And even Juncker is presenting himself as waking up

On 20Apr2016, Reuters reported that Juncker himself - he who has consistent contempt for democracy - said that Euroscepticism arose because Brussels sought to interfere with people’s lives.


"Yes it's right we are not very popular when we plead the case for Europe. You are no longer respected in your country if you insist that in the necessity of supra-national bodies."


Perhaps you and your anti-democratic pro-European acolytes should actually make the case for a supra-national body instead of just foisting it on us, no?


Brexit or EurIn, how much confidence can we give UKGov for joined-up thinking?  NHS pension schemes offer an example

On 21Apr2016, a journalist commented in the Telegraph about a lack of joined-up thinking within UKGov.


The article is self-explanatory, but here’s the schema:
  • Policy 1: UKGov reformed pensions so as to preserve a future tax base, crucially capping the size of an individual’s pension fund to £1 million, lest punitive taxes apply on the individual;
  • Policy 2: UKGov poured money into the NHS to hire more general practitioners.
  • Consequence: general practitioners cannot afford to continue working because, if they did so, their pension schemes would blow the £1m limit and suddenly become taxable.


One of the reasons for the departure of GPs from the profession is money. Not a shortage of money, an excess: they have too much of it.


At least, they have too much money in their pensions, for tax purposes anyway.


  • Policy 3: UKGov wants to crack down on tax avoidance.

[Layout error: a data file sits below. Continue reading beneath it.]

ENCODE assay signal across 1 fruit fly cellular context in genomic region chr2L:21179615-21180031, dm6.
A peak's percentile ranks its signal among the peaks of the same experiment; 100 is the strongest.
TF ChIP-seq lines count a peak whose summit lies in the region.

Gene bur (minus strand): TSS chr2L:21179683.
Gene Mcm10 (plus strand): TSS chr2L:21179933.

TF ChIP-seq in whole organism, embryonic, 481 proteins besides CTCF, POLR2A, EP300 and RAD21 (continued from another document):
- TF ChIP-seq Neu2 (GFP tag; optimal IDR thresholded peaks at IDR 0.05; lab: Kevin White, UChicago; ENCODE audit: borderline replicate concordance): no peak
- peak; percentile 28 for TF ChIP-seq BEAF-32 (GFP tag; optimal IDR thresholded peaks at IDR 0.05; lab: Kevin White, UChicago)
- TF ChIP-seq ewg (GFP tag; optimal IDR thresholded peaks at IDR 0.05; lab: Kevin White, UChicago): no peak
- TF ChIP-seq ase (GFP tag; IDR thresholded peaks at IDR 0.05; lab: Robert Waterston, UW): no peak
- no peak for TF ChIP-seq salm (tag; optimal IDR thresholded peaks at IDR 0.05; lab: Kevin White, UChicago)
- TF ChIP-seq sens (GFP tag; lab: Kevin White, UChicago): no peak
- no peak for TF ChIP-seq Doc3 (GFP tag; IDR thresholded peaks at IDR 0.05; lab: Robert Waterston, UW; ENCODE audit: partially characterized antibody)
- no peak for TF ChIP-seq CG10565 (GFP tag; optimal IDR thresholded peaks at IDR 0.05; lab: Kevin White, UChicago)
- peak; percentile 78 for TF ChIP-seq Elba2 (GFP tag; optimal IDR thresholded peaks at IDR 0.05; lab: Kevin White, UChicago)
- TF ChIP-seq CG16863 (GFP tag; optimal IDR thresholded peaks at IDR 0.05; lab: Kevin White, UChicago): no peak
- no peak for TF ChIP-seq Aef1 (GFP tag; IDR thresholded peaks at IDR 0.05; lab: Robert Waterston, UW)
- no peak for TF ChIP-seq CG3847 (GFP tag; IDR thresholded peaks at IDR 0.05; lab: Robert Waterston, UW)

Did anybody tell policy maker #1 about policy makers #2 and #3?


This demonstrates perfectly why both Brexiteers and EurIneers need to be terrified of an inept UKGov, however the public votes on 23Jun2016.


Parliament reports on EU and science: basically, Brexit is irrelevant to science

UK Parliamentary Select Committee on Science and Technology published on 20Apr2016 its report into the relevance and impact of the EU and scientific endeavour in the UK (including funding).


Cutting to the chase, paragraphs 15 and 16 of the report sum it up perfectly (my emphasis added):


15.The UK might wish to become an Associated Country in the event of Brexit. We heard, however, strong views that the UK would lose its influence and roles in setting strategic priorities and in decision-making. If Associated Country status were to be pursued, further investigation would be required in order to ascertain to what extent, and at what expense, the UK’s currently influential position would be diminished. (Paragraph 235)


16.Even those who were most in favour of continued membership of the EU—the university sector—criticised aspects of the UK’s relationship with the EU. We therefore conclude that, in the event that the UK chooses to remain part of the EU, there would be scope for the UK Government to advance reforms to enhance the interactions between the EU and UK science and research. We suggest that a particular areas of focus should be the influence of the EU on the UK’s regulatory environment and the support available for UK businesses in order to facilitate engagement with EU funding schemes. (Paragraph 250)

As is always the case with the English, it’s not what they say that matters.  It’s what they don’t say.


Translation:


When the report says...
It means...
If Associated Country status were to be pursued, further investigation would be required
We have no idea what this might mean for anything, or even whether it’s relevant.  In other words, we don’t know.
there would be scope for the UK Government to advance reforms
There is opportunity, as there always is, but we see no guarantee that we can exploit such opportunities.  In other words, we don’t know.


In other words, Brexit is wholly irrelevant to science in much the same that that Brexit is irrelevant to trade.  Science will continue to happen, just as trade does, irrespective of the EU.

No comments:

Post a Comment